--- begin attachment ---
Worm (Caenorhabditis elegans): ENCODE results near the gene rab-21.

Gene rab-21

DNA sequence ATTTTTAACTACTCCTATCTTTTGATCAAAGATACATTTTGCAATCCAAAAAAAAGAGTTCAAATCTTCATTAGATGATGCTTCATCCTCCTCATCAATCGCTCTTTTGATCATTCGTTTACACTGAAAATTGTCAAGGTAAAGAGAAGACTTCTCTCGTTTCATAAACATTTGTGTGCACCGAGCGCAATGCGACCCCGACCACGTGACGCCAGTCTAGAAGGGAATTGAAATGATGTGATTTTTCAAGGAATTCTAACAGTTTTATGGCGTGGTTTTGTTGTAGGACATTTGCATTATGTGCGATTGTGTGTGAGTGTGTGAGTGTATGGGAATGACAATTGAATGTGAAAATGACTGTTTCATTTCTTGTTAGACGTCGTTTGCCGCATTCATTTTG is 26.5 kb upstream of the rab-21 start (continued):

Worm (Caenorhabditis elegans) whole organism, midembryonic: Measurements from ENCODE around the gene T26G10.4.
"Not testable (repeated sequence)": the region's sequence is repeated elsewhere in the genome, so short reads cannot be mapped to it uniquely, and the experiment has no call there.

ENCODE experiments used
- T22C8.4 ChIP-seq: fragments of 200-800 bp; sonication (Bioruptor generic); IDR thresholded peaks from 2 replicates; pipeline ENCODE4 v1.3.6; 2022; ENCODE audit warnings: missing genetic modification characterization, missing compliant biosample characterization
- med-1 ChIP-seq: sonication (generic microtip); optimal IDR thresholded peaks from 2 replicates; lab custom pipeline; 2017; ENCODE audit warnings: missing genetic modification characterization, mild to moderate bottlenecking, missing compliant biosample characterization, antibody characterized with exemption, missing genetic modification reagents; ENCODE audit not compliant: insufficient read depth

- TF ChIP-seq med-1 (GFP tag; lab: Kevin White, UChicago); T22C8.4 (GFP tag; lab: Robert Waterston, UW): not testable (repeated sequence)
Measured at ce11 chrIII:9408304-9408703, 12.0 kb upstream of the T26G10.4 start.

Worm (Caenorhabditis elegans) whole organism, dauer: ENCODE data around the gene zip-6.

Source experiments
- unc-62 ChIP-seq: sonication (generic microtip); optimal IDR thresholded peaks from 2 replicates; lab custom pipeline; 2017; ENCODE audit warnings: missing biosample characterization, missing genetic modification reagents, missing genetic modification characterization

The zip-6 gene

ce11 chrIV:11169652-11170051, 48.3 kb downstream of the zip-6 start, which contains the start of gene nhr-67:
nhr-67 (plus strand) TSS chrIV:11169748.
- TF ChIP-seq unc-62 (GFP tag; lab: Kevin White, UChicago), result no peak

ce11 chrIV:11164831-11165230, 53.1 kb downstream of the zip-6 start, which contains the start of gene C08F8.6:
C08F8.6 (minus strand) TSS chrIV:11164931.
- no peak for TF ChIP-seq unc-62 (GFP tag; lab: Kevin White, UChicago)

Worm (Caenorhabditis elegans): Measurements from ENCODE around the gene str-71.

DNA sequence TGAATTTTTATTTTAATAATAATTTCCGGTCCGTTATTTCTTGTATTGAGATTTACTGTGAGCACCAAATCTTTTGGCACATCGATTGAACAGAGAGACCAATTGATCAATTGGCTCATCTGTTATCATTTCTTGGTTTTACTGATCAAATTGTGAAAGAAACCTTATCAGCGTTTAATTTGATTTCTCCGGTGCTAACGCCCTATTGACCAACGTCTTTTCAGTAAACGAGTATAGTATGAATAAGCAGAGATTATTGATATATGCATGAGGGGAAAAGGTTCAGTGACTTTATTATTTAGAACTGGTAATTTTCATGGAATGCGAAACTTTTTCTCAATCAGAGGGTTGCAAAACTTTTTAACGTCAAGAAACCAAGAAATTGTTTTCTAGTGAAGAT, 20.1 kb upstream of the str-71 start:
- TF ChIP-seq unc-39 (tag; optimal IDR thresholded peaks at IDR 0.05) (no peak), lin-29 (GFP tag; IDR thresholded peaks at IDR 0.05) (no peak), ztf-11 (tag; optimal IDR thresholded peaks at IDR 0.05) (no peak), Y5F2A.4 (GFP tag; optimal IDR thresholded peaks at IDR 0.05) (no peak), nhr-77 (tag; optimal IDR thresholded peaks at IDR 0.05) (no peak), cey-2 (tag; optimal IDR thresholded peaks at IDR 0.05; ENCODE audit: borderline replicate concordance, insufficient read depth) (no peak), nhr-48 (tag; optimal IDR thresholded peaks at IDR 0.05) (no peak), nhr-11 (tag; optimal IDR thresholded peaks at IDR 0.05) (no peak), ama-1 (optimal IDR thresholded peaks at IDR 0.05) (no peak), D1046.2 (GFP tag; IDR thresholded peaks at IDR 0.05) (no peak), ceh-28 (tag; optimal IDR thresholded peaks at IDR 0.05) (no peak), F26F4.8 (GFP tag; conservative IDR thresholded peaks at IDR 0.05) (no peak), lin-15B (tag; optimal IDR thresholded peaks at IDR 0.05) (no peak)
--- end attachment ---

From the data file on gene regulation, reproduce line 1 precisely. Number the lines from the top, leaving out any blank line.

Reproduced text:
Worm (Caenorhabditis elegans): ENCODE results near the gene rab-21.